The Jerusalem Post reported that seven Hamas security installations were attacked in Friday morning.

Also Friday, Haaretz reported that a man believed to have been a member of the group that carried out the Thursday attacks killed himself and wounded several Egyptian soldiers in a suicide bombing on the Israeli-Egypt border.

Gaza Terrorists Target Americans

Any doubts about the close link between the war on terrorism and the Israeli-Palestinian conflict have gone the way of a U.S. jeep loaded with diplomats on a dusty Gaza highway.

There was no immediate claim of responsibility for Wednesday’s roadside bombing, which killed three American security agents and wounded a junior official from the U.S. Embassy in Tel Aviv. But it had all the hallmarks of Palestinian terrorist attacks against Israeli vehicles, and it set a new precedent for Palestinian violence.

President Bush blamed the Palestinian Authority for not cracking down on terrorist groups, despite numerous pledges to do so.

"Palestinian authorities should have acted long ago to fight terror in all its forms," Bush said in a written statement Wednesday. Their failure to do so, he said, "continues to cost lives."

An unwillingness to reform P.A. security forces and dismantle terrorist groups "constitutes the greatest obstacle to achieving the Palestinian people’s dream of statehood," Bush said, blaming P.A. President Yasser Arafat for hindering reforms.

The dead Americans were identified as John Branchizio, 37, of Texas; Mark Parson, 31, of New York; and John Martin Linde, 30, of Missouri. The three were on contract to the U.S. Embassy in Tel Aviv through the defense contracting company Dyncorp, State Department Spokesman Richard Boucher said.

U.S. officials expressed outrage at the bombing.

In a phone call with P.A. Prime Minister Ahmed Karia, U.S. Secretary of State Colin Powell said the Palestinians could not move toward statehood "without eliminating violence and terrorism."

FBI investigators are being dispatched to the region, U.S. Ambassador Daniel Kurtzer told reporters in Tel Aviv.

The Israeli army sent tanks and armored vehicles, under cover of a helicopter gunship, to help the Americans evacuate the wounded man and the bodies of the victims.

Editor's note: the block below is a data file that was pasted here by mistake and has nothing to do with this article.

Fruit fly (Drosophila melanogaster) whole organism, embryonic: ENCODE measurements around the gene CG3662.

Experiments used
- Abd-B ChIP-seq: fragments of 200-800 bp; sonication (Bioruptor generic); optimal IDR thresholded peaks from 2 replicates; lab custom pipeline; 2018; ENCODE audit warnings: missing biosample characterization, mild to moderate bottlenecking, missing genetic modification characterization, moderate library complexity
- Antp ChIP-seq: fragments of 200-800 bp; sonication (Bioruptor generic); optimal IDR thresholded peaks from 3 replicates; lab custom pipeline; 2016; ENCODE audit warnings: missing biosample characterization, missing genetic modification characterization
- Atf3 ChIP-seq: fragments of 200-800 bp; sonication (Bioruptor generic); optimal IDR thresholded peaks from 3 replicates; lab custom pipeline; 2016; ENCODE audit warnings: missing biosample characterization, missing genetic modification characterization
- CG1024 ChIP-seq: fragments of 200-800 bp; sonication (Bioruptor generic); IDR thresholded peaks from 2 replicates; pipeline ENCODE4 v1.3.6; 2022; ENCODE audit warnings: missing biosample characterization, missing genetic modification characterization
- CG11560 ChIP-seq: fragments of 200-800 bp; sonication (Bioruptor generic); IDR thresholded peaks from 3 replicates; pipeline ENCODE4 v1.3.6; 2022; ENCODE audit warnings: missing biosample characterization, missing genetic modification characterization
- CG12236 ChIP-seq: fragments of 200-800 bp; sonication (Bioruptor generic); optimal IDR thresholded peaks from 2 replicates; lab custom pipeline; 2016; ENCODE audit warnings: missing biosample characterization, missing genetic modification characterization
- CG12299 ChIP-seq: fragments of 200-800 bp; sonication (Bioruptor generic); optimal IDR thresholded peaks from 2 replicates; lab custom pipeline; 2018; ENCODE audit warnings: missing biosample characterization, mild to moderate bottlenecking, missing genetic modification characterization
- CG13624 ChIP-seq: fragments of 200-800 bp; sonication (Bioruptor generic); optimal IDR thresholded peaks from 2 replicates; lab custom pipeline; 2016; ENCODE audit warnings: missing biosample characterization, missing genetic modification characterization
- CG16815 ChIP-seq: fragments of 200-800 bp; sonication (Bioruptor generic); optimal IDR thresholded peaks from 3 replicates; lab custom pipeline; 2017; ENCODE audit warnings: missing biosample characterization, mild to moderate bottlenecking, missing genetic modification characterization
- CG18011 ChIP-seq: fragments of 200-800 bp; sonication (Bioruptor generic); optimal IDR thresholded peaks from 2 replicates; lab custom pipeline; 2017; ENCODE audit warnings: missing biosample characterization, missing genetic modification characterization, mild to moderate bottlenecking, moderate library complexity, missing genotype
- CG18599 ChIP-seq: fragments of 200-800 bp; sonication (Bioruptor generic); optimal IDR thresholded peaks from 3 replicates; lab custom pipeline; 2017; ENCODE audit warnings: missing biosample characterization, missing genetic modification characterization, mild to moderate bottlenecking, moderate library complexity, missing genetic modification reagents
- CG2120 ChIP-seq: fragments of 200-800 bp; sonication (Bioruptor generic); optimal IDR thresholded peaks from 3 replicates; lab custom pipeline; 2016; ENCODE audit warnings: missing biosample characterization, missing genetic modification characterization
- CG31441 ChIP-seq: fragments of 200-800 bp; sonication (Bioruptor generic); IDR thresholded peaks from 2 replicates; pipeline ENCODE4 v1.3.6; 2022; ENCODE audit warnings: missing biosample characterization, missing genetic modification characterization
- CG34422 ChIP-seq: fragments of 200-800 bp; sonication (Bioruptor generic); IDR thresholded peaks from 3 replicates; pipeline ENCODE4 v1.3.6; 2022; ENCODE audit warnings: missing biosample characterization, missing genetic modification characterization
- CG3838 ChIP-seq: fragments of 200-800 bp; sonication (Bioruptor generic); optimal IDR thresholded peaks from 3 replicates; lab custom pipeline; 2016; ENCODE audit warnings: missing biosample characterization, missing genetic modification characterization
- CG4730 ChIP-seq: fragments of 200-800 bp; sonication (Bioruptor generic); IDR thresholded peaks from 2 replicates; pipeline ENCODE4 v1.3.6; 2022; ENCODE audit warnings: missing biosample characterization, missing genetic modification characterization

Embassy officials who arrived on the scene to document the wreckage had barely managed to pull out their cameras when they were attacked by stone-throwing youths from the nearby Jabalya refugee camp. The Americans beat a hasty retreat as Palestinian police fired in the air to disperse the crowd.

Kurtzer’s cultural attaché was in the convoy, which was on its way to meet with Palestinian candidates for Fulbright scholarships to U.S. universities.

"It remains to be seen" if the program will be suspended in Palestinian areas, Kurtzer said.

According to Palestinian sources, Fulbright alumni in Gaza had been instructed not talk to the press as a probe began. That was an indication that authorities were covering all angles of an ambush that clearly targeted U.S. diplomats, a first for this round of Israeli-Palestinian conflict.

Arafat called the bombing an "ugly crime" and pledged to find the culprits. So did Karia.

Analysts did not expect the attack to affect U.S. commitment to the "road map" peace plan. But, they said, if the Palestinians fails to find the culprits, it could erode any remaining U.S. confidence in P.A. anti-terror efforts.

Palestinian terrorist groups sought to distance themselves from the attack.

"We view it as inappropriate to target Europeans, Americans or any nationality other than the occupation forces [of Israel,]" an Islamic Jihad leader, Nafez Azzam, told Reuters.

While Washington weighed its options, Israeli officials made clear that they do not consider this a random act of bloodshed but, if anything, a blood bond between two old allies.

"It’s not just because of U.S. support for Israel as such, but it is because of what Israel and the United States both together stand for," Sharon adviser Ra’anan Gissin said of the motives for the attack.

"They stand for life, for liberty, for democracy here, for pursuing peace," he said. "These victims are victims because of the gallant and very courageous policies that President Bush has been carrying to try and promote peace and hope to the people of the Middle East."

Targeted Killings’ Other Casualties

Killing Hamas leaders wounds the terrorist group, Israeli and Palestinian officials agree. At question is whether moderate Palestinians — and U.S. influence in the region — are also casualties of Israel’s targeted strikes.

Israel has killed at least 11 leaders of Hamas since the group claimed responsibility for a deadly Jerusalem bus bombing on Aug. 19, which killed 21 people, including at least five children.

Israel declared "all-out war" against the group after the bus bombing.

The new frequency of the killings — and the targeting of political as well as military leaders — have led some to wonder whether the Bush administration’s "road map" peace plan, which envisions an end to terrorism and a Palestinian state within three years, is still viable.

"It has a serious effect on the Hamas leadership, on the one hand," Edward Abington, a former U.S. diplomat who now lobbies for the Palestinians in Washington, said of the killings.

On the other hand, he said, "it undermines U.S. credibility on the road map."

Abington said the killings would shift moderate Arab regimes — key to the Bush administration’s plans not only for Israelis and Palestinians, but for Iraq — away from support for the United States.

"Israel is assassinating left and right, and the appearance is that the United States is acquiescing," Abington said.

The lack of moderate Arab support in 2000 helped scuttle the Camp David talks when Palestinian Authority President Yasser Arafat refused to take painful steps — such as conceding parts of Jerusalem — knowing he would be on his own.

Israelis say that defeating Hamas ultimately could remove the extremist yoke that has held back the Palestinian leadership until now.